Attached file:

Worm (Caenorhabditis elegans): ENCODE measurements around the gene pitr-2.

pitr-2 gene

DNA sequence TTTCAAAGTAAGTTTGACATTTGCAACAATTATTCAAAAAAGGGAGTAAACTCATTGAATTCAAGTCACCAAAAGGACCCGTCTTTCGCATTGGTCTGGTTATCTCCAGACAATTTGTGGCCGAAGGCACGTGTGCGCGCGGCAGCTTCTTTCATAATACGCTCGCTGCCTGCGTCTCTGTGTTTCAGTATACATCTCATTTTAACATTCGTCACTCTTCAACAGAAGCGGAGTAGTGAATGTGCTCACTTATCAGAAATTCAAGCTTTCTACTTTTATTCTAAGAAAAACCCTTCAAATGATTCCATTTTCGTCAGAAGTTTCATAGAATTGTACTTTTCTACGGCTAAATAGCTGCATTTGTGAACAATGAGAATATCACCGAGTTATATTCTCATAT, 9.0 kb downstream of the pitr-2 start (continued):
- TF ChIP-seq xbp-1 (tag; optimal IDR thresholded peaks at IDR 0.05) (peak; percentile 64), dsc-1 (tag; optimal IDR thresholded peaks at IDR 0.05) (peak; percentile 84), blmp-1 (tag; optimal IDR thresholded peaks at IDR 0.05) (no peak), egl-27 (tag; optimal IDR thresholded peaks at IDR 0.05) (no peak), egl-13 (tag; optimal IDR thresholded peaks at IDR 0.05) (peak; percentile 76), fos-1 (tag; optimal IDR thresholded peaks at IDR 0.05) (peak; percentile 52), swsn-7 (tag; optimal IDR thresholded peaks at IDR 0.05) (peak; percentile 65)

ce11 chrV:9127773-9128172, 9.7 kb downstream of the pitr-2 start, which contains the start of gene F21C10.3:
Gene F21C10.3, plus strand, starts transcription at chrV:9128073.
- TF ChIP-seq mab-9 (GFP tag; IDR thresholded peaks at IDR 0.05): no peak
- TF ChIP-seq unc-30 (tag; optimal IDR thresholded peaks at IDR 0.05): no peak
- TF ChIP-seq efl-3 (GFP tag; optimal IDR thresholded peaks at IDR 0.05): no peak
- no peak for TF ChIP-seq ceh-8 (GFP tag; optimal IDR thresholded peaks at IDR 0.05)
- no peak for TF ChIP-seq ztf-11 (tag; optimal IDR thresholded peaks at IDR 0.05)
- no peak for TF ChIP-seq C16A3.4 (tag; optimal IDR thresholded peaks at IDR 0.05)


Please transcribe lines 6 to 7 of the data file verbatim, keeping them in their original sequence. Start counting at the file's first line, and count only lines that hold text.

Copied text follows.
Gene F21C10.3, plus strand, starts transcription at chrV:9128073.
- TF ChIP-seq mab-9 (GFP tag; IDR thresholded peaks at IDR 0.05): no peak